Mother’s Day is a special time for new moms. But this can also be a stressful time for new parents—moms and dads—facing the responsibility of caring for a newborn or infant.
Your health care provider can be a great resource. A good time to check in is during preventive “well-child” health visits with your child’s pediatrican, says Donna L. Snyder, M.D., F.A.A.P., a pediatrician with FDA’s Division of Pediatric and Maternal Health. These visits can continue at intervals throughout childhood and adolescence.
But if you’re between appointments and think your child is sick, or just have questions, contact your health care provider to confirm what to do next, Snyder says. And consider these five tips:
Get Expert Advice Before Giving Medicine to Your Baby
Certain medications may not be appropriate for your baby, so you should ask your health care provider before giving your child any medication, says Snyder. If he or she has recommended a medicine for your infant, ask questions to be sure you use the right dose.
Store any medicines that you or your baby may take out of reach. “You want to keep medications out of reach of your child,” says Snyder, who notes that babies can start to crawl as early as 5 to 6 months. “But even if babies are under the age when you’d expect them to be able to get to your medication, get into the habit of putting medication out of their reach,” she advises.
Also read all storage instructions. “For instance, some antibiotics need to be kept in the refrigerator,” Snyder says. “So you want to make sure you’re storing it according to the instructions.” If you have questions about how to safely store a medicine, contact your pharmacist or other health care provider.
Use the appropriate dosing device—such as an oral syringe, not a regular kitchen spoon—to give the recommended amount of medicine. Some products are packaged with these devices, but devices are also available for purchase over the counter. “If your baby is prescribed a specific amount of medicine, make sure you measure and give the specific amount using a dosing device,” Snyder adds. And talk to your baby’s pharmacist or other health care provider if you have questions.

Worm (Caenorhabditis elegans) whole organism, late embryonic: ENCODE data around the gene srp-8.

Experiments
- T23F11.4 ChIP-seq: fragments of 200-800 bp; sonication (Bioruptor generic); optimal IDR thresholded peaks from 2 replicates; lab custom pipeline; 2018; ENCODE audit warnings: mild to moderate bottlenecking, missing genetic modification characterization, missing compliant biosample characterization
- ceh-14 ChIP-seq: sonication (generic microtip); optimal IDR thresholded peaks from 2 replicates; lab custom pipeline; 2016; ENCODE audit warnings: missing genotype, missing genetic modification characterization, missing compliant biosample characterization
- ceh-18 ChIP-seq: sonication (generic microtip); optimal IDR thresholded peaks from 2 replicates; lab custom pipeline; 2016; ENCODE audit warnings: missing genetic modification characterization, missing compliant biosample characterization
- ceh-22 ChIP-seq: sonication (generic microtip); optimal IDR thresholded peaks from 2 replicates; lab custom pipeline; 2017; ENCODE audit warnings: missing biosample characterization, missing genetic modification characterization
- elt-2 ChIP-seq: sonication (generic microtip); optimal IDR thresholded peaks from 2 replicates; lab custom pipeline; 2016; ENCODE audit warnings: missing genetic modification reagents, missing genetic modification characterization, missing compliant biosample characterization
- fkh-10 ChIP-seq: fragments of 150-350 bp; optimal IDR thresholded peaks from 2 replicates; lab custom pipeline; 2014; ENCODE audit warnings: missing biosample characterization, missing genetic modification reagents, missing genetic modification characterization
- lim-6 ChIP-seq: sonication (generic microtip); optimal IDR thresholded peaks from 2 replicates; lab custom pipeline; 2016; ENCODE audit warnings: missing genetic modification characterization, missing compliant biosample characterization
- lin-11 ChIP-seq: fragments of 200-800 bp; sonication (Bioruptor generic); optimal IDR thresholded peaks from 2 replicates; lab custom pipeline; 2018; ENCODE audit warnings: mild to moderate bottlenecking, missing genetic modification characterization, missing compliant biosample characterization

“If you are taking medications, it’s important to ask your health care provider whether it’s okay to breastfeed,” says Leyla Sahin, M.D., an obstetrician with FDA’s Division of Pediatric and Maternal Health. You should ask about any prescription or over-the-counter products, including supplements. Stopping a medication can be dangerous for some women with chronic health problems, Sahin notes, but some medications can pass through the breast milk and may not be safe for your baby. So check with your health care provider if you are breastfeeding, or plan to breastfeed, and you are taking any medication.
You may feel like you’re devoting most waking (and sleeping) hours to your baby, but try to squeeze in time for yourself. Not getting enough rest can be an issue if you have a new baby. “Sleep when the baby sleeps and take naps during the day,” Sahin recommends. “If you’re a new mom feeling constantly very sad, it could be a sign of postpartum depression,” she adds, so you should talk to your health care provider to get help if needed.
Also it’s important to schedule and keep your six-week postpartum appointment with your health care provider, Sahin says.
Remember, your first year of motherhood may not be perfect but you can adjust to this new stage. Find more helpful advice from FDA’s Office of Women's Health.
“Keep in mind that being a new mom is a transition period that may be stressful,” Sahin adds. “But take the time to celebrate being a new mom.”
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